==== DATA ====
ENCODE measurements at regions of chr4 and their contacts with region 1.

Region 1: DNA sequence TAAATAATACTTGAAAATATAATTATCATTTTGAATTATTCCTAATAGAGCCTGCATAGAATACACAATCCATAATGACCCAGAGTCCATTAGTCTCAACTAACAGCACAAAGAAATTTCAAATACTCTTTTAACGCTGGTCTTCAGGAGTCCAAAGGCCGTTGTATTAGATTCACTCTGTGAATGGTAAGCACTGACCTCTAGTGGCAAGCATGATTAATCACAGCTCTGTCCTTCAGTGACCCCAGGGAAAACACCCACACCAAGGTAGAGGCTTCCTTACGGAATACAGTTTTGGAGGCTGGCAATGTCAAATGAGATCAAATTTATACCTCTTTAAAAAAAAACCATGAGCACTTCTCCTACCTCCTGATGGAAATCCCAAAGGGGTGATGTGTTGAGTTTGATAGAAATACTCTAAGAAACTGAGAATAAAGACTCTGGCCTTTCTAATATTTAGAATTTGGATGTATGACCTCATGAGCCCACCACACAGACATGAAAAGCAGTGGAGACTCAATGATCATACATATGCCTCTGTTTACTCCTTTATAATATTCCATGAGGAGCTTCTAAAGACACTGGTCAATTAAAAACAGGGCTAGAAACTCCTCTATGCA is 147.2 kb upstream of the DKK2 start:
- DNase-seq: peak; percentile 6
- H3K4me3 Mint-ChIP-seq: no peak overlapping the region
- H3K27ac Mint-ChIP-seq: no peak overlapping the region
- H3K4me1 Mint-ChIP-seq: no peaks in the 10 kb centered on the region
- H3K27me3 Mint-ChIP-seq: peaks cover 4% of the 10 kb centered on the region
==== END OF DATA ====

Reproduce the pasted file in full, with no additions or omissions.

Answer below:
ENCODE measurements at regions of chr4 and their contacts with region 1.

Region 1: DNA sequence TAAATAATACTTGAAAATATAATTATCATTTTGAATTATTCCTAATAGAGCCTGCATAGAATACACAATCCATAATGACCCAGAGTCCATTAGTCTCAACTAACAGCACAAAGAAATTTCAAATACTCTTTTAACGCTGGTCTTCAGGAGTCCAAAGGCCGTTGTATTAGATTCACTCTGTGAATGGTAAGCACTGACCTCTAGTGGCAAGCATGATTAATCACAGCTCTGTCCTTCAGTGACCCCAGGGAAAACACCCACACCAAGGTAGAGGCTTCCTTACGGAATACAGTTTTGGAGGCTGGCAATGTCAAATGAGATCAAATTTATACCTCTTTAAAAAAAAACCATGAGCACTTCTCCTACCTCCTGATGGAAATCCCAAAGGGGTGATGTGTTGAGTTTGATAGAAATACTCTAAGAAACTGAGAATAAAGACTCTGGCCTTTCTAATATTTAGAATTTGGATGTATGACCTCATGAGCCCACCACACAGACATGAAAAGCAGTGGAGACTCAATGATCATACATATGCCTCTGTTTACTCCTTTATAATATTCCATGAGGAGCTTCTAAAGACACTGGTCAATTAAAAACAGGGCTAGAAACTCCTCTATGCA is 147.2 kb upstream of the DKK2 start:
- DNase-seq: peak; percentile 6
- H3K4me3 Mint-ChIP-seq: no peak overlapping the region
- H3K27ac Mint-ChIP-seq: no peak overlapping the region
- H3K4me1 Mint-ChIP-seq: no peaks in the 10 kb centered on the region
- H3K27me3 Mint-ChIP-seq: peaks cover 4% of the 10 kb centered on the region